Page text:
“With over 150 holes in the airplane – one in the right wing big enough to jump through – he was fortunate to be able to get the Skyraider back to Udorn. But we all survived,” Glen Mackey, A-1 pilot with 1st ACS
Developed during World War II for the U.S. Navy, the Douglas AD Skyraider almost disappeared before having the chance to excel during the Vietnam War, where the aircraft proved well suited for close air support (CAS) to ground forces.
Nevertheless support of search and rescue (SAR) missions had been the Skyraider’s crowning achievement during the conflict. In fact it became dramatically apparent early in the war that lone helicopters were too vulnerable to conduct combat search and rescue (CSAR) missions. For this reason in 1965 a SAR task force decided that rescue helicopters would work in pairs, and that Skyraiders would provide rescue escort.
At first, this kind of mission was performed by U.S. Navy A-1s, but by mid August 1965 the 1st Air Commando Squadron (ACS) sent a flight of A-1Es to Udorn Royal Thai Air Force Base (RTAFB), Thailand, to cover F-105 air strikes into high-threat areas. This move marked the beginning of the U.S. Air Force (USAF) sophisticated CSAR program.
As explained by Wayne Mutza in his book The A-1 Skyraider in Vietnam, the famous callsign “Sandy” was founded in late 1965 by Capt. J.W. “Doc” George during an A-1 replacement flight to one of the several A-1 groups that rotated through Udorn. Actually it was George’s Bine Hoa departure callsign. After having landed at Udorn he was asked what call sign he would like to use while there. George answer was “Sandy.” Not only the callsign was retained by George’s replacement, but also became the callsign of any Skyraider assigned the SAR mission.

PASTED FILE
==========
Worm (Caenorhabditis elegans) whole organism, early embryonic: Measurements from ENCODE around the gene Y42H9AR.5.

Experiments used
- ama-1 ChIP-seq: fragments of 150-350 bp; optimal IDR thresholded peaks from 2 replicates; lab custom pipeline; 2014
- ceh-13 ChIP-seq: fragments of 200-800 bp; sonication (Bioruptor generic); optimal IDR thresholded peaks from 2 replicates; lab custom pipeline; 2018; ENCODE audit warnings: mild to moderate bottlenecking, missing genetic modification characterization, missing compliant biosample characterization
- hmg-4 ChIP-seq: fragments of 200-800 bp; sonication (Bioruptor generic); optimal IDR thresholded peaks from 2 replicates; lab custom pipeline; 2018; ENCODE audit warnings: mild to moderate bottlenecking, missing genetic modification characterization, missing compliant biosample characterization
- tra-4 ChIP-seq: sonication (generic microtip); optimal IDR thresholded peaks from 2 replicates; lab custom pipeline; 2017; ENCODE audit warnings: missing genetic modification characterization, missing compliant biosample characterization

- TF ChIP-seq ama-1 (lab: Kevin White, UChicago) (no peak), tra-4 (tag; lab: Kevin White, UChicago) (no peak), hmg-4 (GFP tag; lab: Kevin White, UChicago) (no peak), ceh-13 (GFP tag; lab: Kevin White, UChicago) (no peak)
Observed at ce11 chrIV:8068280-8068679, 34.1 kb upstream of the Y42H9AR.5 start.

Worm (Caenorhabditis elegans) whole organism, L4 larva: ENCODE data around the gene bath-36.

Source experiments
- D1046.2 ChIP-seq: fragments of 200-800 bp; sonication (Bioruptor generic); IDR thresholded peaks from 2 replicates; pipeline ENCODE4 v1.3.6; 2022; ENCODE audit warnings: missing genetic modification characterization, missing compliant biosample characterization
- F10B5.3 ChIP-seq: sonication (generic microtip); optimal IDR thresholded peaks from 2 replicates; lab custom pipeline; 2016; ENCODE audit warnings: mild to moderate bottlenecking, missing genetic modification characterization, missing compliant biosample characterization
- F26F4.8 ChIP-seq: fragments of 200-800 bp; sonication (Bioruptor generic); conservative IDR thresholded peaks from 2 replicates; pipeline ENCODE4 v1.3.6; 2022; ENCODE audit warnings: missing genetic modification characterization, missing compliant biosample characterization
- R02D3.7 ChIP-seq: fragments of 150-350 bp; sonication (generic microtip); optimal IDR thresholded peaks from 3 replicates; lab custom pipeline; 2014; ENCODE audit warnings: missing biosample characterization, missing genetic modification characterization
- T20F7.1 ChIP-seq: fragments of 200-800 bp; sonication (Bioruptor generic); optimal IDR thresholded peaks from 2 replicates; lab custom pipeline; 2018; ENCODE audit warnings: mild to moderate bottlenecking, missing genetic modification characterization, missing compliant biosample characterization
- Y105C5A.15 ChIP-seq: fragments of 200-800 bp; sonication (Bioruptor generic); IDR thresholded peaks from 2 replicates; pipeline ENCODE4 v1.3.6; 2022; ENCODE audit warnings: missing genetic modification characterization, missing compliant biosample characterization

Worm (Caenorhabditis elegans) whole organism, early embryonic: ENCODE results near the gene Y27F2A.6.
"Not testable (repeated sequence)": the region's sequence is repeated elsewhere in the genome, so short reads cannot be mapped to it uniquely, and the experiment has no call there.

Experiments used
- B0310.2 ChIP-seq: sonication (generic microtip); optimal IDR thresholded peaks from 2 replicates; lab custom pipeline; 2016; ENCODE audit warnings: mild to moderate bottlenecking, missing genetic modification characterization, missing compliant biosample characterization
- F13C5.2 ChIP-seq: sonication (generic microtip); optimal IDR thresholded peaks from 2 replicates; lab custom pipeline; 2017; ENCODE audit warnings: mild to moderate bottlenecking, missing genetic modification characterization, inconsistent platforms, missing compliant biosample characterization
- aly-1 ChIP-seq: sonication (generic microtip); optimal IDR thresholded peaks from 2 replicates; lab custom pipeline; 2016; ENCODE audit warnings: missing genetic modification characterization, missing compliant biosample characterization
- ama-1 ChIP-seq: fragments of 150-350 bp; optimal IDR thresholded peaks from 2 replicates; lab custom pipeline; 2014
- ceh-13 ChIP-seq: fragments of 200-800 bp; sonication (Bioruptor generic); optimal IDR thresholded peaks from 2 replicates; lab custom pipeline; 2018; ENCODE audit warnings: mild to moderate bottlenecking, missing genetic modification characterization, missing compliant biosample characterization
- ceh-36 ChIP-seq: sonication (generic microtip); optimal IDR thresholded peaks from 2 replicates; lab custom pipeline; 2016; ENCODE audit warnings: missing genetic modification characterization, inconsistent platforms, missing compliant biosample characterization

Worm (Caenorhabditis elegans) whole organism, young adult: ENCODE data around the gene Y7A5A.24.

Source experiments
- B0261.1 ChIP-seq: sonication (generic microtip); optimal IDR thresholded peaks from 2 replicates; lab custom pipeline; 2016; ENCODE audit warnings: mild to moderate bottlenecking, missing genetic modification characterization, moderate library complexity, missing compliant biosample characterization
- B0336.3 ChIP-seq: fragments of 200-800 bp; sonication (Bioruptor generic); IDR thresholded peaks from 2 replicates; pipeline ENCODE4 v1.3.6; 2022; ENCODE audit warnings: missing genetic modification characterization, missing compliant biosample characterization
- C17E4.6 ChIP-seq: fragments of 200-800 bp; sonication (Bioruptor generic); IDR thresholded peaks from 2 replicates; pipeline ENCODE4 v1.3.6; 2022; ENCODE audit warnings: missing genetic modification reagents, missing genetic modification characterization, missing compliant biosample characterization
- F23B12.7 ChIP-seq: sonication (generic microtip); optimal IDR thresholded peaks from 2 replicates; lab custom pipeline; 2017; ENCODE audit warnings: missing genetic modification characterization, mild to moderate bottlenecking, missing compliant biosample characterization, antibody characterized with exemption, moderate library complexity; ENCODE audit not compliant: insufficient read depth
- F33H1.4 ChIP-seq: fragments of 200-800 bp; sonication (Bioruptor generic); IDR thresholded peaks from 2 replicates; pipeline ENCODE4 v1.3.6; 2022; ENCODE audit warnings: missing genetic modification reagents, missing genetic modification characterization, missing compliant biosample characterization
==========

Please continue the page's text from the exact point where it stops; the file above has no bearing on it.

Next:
Glen Mackey, an A-1 pilot with 1st ACS at the time recounts to Mutza the first days of the Sandy operation. On Sep. 20, 1965 Mackey had the chance to fly in support of a SAR mission along with Maj. Lou Gang (commander of a flight of Skyraider from the then 602nd Fighter Squadron (Commando)). The sortie was aimed to rescue the pilot of a downed F-105. “We arrived on scene in the afternoon, in good weather, guided to the site by three remaining F-105s, who were circling at about 12,000 feet. The Air Force rescue helicopter capability at that time consisted mostly of HH-43 ‘Huskies’ positioned at NKP [Nakhon Phanom Royal Thai Air Force Base]. We were advised that two were on the way. We picked up the survival radio beeper almost immediately and circled over the area, which was hilly and completely covered with trees. The HH-43s arrived shortly thereafter.”
Makckey and Gang circled again in the area homing on the survival radio, when as Mackey explains “The survivors noted the helicopter and popped red smoke; the HH-43 went into a hover and started to lower the sling. I remember thinking, ‘This is really a smooth operation.’ Suddenly, the rescue helicopter was shot down, crashing almost on top of the survivor. We had seen no ground fire until then. It happened so fast that I didn’t actually see the crash. We called in Huskie number two, who started taking fire immediately on arrival in the area. He shortly called an abort, stating he had a crew member hit and was leaking fuel in the cabin.”
Mackey and Gang called in all the fighters in the area and began putting air strikes around the crash site to give the chance to escape to the downed crews. “We stayed in the area for about two hours until dark, trying to give the survivors a best shot at evading. One of the helicopter crew almost made it to the Thai border before being captured. When we got back to Udorn we counted about a dozen holes in the aircraft. Score of the day: one F-105 and one HH-43 down; one HH-43 and two A-1Es damaged; and no rescues. […] I thought, ‘This is going to be a very interesting month’.”
Later the same month Mackey’s flight was able to cover a successful pickup of an F-105 pilot down near Dien Bien Phu, but they had two very frustrating and unsuccessful missions as well: an F-105 and an F-4C. “Capt. Doyle Ruff took major damage from a large gun he ran across near Route 6 west if Hanoi while we were looking for the F-105 pilot in poor weather. With over 150 holes in the airplane – one in the right wing big enough to jump through – he was fortunate to be able to get the ship back to Udorn. But we all survived.”
The following footage (which actually is one of the awesome aerial sequences featured in the movie Flight of the Intruder) gives you an idea of what a Sandy sortie was like.